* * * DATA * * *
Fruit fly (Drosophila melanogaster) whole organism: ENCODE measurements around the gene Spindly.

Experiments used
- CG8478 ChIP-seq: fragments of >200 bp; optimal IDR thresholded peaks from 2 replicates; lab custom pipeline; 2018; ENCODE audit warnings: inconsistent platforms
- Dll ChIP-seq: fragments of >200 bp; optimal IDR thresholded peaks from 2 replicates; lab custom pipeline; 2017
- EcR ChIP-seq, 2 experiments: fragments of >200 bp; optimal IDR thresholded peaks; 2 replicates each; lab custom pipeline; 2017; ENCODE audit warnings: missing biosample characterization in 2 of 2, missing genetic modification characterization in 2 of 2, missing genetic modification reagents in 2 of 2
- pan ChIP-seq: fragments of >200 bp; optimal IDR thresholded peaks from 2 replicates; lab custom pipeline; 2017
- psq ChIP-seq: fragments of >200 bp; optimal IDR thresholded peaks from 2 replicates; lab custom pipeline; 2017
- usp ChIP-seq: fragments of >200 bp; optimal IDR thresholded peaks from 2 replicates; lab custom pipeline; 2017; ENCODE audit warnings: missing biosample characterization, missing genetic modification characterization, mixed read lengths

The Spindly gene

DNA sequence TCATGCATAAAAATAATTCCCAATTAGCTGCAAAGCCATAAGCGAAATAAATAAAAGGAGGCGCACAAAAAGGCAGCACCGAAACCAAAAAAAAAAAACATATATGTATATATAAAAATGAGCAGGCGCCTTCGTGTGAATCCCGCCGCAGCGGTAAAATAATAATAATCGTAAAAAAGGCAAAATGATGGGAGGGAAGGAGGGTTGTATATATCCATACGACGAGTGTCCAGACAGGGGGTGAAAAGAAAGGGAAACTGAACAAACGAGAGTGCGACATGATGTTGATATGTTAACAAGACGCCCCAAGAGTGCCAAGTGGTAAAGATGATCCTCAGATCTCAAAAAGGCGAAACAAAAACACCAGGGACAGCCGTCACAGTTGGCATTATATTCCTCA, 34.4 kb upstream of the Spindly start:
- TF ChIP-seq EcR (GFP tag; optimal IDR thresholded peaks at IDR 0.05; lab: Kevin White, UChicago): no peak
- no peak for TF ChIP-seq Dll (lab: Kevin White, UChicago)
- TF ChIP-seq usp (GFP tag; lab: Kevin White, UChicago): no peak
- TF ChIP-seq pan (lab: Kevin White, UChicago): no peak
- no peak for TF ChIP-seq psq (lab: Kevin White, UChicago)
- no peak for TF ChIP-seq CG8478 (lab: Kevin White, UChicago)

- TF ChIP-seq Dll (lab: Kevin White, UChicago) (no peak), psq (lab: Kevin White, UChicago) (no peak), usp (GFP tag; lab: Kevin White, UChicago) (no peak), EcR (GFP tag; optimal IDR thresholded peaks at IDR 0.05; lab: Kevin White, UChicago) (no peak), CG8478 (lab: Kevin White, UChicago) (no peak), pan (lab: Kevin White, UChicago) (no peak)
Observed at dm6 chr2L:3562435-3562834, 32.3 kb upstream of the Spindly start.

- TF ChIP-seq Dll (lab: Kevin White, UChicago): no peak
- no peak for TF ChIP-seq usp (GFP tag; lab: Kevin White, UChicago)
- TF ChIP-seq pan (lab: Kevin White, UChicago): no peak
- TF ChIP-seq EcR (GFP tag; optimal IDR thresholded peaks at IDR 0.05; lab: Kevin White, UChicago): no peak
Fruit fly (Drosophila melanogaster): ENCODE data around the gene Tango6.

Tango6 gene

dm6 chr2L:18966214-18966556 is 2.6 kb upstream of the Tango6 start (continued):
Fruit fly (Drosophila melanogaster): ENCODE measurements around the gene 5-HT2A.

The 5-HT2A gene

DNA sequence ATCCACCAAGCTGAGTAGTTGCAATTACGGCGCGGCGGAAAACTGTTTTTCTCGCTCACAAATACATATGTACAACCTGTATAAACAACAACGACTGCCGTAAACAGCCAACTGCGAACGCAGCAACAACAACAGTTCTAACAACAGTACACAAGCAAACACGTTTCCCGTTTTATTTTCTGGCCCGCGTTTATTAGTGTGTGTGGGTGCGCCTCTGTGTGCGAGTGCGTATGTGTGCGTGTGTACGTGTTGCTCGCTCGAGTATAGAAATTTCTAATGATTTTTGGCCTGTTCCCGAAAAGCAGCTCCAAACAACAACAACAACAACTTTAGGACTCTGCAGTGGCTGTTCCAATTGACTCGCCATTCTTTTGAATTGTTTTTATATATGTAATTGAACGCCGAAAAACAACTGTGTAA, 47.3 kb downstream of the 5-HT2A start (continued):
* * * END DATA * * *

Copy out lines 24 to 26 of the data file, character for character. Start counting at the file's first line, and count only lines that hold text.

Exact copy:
Tango6 gene

dm6 chr2L:18966214-18966556 is 2.6 kb upstream of the Tango6 start (continued):
Fruit fly (Drosophila melanogaster): ENCODE measurements around the gene 5-HT2A.